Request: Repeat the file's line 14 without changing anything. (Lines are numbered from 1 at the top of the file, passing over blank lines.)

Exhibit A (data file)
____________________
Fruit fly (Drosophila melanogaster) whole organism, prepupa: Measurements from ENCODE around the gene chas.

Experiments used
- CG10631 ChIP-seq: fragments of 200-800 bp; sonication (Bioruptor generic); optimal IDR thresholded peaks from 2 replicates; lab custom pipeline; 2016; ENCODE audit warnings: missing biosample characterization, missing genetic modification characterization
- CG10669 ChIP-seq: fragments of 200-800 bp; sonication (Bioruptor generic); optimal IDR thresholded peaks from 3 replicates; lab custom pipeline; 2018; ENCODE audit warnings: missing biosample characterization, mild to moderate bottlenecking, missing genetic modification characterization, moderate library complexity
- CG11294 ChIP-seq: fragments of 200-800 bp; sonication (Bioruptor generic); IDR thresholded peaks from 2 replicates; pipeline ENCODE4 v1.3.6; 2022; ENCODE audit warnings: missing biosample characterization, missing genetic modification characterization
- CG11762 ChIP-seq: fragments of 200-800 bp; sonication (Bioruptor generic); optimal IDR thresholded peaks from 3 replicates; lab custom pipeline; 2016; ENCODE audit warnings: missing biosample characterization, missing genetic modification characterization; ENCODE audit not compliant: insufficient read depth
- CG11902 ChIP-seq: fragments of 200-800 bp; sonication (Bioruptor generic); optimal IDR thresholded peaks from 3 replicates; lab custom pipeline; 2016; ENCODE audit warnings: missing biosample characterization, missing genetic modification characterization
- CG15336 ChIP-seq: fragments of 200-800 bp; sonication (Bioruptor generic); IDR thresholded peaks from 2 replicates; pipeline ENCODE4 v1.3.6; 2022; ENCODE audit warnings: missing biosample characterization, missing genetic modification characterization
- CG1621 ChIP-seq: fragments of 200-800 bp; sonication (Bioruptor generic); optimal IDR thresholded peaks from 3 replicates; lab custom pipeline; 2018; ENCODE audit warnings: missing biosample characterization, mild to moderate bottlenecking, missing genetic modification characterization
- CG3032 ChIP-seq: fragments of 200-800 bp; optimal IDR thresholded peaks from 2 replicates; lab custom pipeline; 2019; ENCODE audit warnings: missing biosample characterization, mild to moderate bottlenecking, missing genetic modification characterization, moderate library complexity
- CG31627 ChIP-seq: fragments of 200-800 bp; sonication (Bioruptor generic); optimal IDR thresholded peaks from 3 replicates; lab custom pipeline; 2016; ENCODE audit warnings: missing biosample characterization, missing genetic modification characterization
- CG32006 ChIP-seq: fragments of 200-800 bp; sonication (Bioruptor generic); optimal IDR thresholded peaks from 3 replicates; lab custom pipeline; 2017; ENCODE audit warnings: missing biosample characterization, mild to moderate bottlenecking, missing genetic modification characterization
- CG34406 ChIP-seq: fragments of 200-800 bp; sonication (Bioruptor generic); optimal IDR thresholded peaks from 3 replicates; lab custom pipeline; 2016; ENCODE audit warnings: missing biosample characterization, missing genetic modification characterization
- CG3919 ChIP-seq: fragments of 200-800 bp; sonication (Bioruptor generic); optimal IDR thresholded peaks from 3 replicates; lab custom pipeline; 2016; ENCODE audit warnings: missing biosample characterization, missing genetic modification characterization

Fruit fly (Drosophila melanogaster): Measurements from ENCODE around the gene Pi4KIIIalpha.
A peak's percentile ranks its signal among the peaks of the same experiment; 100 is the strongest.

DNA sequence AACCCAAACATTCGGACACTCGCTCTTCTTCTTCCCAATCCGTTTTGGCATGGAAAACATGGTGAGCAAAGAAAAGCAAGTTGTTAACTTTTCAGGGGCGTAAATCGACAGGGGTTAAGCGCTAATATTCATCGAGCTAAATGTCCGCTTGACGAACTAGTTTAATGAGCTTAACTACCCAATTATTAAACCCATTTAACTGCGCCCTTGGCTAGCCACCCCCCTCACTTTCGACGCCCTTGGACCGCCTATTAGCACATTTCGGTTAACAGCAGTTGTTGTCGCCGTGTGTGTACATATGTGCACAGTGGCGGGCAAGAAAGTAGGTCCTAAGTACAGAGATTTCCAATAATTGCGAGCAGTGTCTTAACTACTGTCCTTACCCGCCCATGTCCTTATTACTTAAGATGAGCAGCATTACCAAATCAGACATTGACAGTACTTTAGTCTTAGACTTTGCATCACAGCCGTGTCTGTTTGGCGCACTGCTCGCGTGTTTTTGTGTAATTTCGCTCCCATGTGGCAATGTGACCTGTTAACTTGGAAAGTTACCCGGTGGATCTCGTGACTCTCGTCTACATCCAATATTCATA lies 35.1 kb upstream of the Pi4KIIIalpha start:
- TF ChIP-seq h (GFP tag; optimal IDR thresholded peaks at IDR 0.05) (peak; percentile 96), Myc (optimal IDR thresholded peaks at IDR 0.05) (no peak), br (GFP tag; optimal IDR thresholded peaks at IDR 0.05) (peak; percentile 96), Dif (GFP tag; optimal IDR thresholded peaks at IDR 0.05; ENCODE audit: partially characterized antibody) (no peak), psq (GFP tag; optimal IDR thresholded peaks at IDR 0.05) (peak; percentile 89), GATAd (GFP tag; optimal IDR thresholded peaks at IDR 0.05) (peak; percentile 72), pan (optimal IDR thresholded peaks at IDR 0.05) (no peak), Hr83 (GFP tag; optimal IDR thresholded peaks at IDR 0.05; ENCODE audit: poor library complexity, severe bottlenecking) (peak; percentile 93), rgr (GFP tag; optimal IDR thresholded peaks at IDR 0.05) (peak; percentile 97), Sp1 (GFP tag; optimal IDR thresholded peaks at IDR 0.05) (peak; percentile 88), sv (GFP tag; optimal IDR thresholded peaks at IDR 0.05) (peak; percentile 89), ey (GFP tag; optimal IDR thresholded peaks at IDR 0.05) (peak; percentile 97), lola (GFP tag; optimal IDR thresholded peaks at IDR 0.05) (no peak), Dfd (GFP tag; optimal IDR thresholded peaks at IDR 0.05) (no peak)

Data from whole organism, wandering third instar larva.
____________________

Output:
- CG3919 ChIP-seq: fragments of 200-800 bp; sonication (Bioruptor generic); optimal IDR thresholded peaks from 3 replicates; lab custom pipeline; 2016; ENCODE audit warnings: missing biosample characterization, missing genetic modification characterization